Violation of U.S. Emissions Requirements Leads to CBP Seizures
02 October 2019
On 25 September, the U.S. Environmental Protection Agency and U.S. Customs and Border Protection announced that their joint enforcement efforts at the ports of Los Angeles and Long Beach, California, have resulted in seizures or involuntary export of more than 500 vehicles and engines imported from mainland China, including fork lifts, bicycle engine kits, loose engines and chainsaws. In addition, fines of US$11,775 were assessed against the seven companies that had imported these vehicles and engines without certification of proper emissions controls.
Engines operating without adequate controls emit excess carbon monoxide, hydrocarbons and nitrogen oxides, which can cause respiratory illnesses, aggravate asthma and lead to the formation of ground-level ozone. The EPA estimates that these recent actions prevented the release of 600,000 pounds (272,155 kilogrammes) of air pollutants into the atmosphere.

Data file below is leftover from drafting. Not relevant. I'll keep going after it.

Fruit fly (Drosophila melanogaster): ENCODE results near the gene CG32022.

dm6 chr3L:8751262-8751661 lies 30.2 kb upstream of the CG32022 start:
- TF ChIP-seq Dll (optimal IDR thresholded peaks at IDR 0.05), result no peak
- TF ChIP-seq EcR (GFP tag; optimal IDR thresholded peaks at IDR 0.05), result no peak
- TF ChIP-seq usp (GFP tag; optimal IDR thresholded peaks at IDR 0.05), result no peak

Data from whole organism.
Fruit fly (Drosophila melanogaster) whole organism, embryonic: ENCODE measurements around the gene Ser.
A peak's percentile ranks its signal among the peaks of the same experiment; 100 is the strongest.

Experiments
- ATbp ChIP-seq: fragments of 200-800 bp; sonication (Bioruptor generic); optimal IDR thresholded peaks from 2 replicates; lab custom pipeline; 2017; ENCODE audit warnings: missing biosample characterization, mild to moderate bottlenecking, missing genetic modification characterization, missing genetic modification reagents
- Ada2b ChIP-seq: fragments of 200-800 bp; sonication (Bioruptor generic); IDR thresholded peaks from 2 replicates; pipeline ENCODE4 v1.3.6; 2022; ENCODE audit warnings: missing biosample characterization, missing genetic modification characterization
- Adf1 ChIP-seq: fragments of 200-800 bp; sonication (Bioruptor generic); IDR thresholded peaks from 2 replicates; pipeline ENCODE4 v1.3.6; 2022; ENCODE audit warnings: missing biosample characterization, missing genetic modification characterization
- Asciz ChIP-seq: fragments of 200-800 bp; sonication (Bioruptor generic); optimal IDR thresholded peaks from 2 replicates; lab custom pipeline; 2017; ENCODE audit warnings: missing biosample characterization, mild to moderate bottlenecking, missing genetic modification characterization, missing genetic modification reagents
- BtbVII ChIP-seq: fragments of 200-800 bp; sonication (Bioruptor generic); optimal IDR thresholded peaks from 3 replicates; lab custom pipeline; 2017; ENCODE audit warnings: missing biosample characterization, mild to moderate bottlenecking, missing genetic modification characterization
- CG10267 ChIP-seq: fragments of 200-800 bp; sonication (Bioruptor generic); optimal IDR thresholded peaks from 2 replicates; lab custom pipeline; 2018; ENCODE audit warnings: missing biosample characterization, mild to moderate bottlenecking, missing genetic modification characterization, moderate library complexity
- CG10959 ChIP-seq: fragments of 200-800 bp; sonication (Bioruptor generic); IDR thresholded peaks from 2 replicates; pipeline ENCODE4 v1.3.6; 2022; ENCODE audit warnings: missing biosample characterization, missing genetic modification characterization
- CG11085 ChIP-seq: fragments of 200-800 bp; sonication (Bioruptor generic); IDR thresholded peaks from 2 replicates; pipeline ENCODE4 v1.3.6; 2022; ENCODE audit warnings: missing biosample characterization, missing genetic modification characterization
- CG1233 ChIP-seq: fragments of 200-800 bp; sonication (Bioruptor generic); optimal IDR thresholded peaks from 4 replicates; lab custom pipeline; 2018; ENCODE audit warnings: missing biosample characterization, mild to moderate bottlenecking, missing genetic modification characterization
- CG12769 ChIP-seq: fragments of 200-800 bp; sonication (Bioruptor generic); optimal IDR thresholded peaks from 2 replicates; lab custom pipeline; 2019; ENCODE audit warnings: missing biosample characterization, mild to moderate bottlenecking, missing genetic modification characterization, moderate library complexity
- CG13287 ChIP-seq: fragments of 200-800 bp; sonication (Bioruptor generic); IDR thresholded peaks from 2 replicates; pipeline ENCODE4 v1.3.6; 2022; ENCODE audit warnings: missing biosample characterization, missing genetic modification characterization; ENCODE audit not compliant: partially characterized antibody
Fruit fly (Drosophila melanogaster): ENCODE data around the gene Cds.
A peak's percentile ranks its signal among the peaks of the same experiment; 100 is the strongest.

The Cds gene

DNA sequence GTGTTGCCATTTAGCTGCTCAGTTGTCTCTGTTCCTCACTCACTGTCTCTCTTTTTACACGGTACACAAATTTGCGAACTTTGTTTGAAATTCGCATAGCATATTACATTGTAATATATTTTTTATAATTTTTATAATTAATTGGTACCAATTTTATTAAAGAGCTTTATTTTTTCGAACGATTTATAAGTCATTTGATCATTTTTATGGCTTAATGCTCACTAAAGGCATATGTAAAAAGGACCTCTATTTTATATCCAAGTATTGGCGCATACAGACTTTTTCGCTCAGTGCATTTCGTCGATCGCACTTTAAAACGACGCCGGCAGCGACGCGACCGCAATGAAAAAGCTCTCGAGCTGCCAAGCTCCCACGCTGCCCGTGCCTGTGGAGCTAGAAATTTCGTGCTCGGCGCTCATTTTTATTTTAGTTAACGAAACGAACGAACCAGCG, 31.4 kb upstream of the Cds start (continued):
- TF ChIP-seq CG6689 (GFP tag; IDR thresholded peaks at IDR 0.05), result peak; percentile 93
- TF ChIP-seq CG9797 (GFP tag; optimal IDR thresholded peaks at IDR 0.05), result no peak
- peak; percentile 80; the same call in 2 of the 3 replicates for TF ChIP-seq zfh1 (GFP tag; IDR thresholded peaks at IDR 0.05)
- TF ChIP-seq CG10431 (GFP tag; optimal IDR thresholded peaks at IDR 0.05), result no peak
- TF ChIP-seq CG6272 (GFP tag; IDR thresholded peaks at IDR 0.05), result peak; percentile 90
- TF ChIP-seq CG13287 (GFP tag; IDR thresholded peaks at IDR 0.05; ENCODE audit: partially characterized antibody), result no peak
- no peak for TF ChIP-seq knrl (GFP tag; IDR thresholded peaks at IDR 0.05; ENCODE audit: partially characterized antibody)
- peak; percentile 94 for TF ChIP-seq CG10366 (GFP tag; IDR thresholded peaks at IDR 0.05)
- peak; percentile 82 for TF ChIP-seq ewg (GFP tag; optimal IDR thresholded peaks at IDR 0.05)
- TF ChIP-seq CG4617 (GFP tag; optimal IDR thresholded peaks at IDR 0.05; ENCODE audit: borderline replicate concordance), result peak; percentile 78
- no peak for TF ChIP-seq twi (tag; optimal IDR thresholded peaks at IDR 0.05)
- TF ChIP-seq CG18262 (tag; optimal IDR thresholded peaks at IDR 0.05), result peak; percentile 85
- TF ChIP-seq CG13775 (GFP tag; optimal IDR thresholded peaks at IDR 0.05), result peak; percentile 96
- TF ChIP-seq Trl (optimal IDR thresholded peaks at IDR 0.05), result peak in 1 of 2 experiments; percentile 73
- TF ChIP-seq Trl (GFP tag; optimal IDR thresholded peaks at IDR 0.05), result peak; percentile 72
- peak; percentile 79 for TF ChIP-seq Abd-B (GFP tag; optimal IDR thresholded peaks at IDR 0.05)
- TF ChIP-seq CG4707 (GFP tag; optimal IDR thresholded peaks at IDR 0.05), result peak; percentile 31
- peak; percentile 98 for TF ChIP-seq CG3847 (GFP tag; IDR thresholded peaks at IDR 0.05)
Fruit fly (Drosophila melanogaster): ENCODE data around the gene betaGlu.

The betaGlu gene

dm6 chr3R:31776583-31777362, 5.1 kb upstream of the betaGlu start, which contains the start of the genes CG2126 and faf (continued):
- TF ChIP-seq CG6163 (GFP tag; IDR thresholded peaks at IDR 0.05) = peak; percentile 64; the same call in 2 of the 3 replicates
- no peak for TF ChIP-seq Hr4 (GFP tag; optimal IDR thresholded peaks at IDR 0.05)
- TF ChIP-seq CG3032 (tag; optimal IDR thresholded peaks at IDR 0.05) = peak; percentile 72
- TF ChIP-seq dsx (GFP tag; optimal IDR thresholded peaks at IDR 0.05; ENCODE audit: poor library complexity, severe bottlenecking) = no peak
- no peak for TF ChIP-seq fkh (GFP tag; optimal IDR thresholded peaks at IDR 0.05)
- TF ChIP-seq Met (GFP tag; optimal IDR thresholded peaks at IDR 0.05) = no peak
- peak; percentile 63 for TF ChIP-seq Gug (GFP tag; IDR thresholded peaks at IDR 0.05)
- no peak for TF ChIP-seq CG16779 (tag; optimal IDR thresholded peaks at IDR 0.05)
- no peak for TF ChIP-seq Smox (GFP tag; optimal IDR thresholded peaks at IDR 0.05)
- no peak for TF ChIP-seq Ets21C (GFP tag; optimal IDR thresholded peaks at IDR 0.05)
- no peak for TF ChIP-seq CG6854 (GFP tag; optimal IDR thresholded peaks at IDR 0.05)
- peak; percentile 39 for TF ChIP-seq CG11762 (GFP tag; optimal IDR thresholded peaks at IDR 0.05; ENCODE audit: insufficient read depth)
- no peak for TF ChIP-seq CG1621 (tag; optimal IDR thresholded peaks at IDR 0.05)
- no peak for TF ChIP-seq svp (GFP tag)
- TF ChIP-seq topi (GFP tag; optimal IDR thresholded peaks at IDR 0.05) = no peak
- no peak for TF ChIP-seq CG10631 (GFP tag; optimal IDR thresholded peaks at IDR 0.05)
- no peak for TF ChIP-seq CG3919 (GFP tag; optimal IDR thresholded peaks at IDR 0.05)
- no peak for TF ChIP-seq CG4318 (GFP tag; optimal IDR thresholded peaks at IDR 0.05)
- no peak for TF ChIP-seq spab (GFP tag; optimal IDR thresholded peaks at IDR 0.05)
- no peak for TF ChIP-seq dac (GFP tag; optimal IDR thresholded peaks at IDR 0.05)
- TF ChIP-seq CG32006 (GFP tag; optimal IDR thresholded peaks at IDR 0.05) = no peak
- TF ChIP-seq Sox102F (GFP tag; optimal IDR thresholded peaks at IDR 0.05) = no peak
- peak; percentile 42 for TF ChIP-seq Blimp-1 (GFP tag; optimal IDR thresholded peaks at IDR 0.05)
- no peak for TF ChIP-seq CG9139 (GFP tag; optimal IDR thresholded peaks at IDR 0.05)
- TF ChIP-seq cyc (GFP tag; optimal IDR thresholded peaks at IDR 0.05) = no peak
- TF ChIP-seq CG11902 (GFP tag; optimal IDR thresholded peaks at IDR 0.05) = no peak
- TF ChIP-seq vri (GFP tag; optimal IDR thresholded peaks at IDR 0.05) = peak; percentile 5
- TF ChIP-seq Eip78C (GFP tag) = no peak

The U.S. Clean Air Act prohibits the import or sale of any new engines or vehicles unless certified by the EPA to meet federal emissions standards. The EPA has been conducting regular inspections with CBP at California ports since 2014.
An EPA-issued certificate of conformity (or a proper exemption from the certification requirement) must cover every vehicle and engine sold in the United States. To obtain a certificate of conformity, manufacturers or importers must submit an application to the EPA that describes the engine or vehicle, including its emissions control system. The application must provide emissions data demonstrating that the engines and vehicles meet applicable federal emissions standards.
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